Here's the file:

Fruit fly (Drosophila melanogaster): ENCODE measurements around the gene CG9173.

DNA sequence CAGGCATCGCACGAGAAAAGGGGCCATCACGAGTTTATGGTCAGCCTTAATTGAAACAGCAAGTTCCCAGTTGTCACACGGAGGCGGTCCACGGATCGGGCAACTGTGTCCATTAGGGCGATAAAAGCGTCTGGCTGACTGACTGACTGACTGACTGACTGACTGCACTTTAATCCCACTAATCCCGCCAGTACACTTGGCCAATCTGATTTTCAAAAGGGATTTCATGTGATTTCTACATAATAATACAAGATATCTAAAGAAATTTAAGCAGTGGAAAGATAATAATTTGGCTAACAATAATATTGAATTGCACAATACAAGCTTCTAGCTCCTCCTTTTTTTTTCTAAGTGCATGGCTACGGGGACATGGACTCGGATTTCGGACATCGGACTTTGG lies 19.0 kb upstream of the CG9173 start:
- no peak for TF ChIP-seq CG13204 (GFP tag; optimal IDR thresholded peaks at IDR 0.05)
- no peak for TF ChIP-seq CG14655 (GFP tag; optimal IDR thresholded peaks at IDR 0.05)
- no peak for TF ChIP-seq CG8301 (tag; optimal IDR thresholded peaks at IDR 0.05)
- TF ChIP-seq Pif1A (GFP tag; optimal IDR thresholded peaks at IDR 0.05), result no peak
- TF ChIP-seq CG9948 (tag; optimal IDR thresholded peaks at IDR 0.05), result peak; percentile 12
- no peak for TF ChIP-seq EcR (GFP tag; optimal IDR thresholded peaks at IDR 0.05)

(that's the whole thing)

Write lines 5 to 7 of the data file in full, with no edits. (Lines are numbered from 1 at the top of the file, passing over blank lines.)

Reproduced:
- no peak for TF ChIP-seq CG8301 (tag; optimal IDR thresholded peaks at IDR 0.05)
- TF ChIP-seq Pif1A (GFP tag; optimal IDR thresholded peaks at IDR 0.05), result no peak
- TF ChIP-seq CG9948 (tag; optimal IDR thresholded peaks at IDR 0.05), result peak; percentile 12